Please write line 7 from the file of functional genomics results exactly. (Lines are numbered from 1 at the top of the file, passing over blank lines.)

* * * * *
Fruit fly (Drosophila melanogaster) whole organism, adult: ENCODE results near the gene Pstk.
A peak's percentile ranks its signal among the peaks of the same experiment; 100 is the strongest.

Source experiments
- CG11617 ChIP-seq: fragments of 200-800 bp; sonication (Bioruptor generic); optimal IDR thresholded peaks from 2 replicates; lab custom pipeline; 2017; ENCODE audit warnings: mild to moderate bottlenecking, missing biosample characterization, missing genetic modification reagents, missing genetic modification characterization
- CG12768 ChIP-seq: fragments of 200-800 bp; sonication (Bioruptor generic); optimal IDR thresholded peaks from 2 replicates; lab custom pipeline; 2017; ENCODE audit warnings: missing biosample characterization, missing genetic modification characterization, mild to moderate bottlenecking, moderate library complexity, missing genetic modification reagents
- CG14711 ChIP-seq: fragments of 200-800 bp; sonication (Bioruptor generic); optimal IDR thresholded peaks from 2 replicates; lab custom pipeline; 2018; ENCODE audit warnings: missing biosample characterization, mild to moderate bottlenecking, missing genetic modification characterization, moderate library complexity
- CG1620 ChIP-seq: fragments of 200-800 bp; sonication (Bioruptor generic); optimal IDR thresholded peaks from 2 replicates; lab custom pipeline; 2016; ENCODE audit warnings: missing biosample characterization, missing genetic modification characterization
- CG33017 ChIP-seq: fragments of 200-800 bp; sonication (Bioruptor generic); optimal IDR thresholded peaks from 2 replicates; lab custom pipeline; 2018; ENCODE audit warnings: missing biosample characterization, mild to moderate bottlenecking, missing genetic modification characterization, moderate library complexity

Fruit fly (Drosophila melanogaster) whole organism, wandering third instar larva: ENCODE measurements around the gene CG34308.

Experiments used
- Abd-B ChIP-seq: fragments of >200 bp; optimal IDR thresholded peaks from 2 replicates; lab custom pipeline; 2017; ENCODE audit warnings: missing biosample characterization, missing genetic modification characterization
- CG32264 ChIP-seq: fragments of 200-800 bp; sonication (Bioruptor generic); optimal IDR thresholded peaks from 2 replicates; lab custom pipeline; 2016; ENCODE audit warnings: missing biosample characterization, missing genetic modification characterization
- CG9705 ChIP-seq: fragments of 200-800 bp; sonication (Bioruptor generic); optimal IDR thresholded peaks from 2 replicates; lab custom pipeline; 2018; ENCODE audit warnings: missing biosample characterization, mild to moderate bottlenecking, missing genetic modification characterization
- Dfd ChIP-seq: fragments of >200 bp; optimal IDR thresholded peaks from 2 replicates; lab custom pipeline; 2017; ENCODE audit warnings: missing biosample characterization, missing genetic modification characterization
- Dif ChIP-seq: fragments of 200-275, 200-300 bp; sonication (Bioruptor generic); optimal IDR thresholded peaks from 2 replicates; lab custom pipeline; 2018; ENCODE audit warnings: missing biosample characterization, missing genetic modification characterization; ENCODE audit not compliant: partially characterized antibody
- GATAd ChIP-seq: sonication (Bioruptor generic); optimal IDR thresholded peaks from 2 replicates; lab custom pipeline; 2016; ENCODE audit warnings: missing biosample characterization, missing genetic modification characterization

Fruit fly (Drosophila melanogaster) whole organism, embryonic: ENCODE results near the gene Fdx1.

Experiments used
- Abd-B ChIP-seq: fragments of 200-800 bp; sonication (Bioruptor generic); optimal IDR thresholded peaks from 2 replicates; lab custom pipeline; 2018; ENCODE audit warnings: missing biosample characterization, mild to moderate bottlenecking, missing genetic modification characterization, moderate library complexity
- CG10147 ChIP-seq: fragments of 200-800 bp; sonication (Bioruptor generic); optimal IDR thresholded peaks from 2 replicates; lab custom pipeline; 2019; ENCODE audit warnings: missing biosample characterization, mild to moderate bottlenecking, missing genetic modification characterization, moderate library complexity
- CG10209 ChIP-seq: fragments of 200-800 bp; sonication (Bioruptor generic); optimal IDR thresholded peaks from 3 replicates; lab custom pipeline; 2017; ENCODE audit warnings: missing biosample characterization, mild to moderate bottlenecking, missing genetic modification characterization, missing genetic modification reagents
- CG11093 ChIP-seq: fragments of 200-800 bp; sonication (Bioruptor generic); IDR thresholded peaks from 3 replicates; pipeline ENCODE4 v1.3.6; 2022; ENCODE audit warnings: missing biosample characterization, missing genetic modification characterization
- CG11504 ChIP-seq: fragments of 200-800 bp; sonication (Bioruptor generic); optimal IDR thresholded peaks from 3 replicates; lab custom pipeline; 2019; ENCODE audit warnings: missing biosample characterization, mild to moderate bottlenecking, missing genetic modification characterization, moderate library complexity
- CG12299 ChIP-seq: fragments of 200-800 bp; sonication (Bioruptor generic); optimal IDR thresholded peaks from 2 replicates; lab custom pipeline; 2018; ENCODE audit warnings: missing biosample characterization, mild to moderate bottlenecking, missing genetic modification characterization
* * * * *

- CG1620 ChIP-seq: fragments of 200-800 bp; sonication (Bioruptor generic); optimal IDR thresholded peaks from 2 replicates; lab custom pipeline; 2016; ENCODE audit warnings: missing biosample characterization, missing genetic modification characterization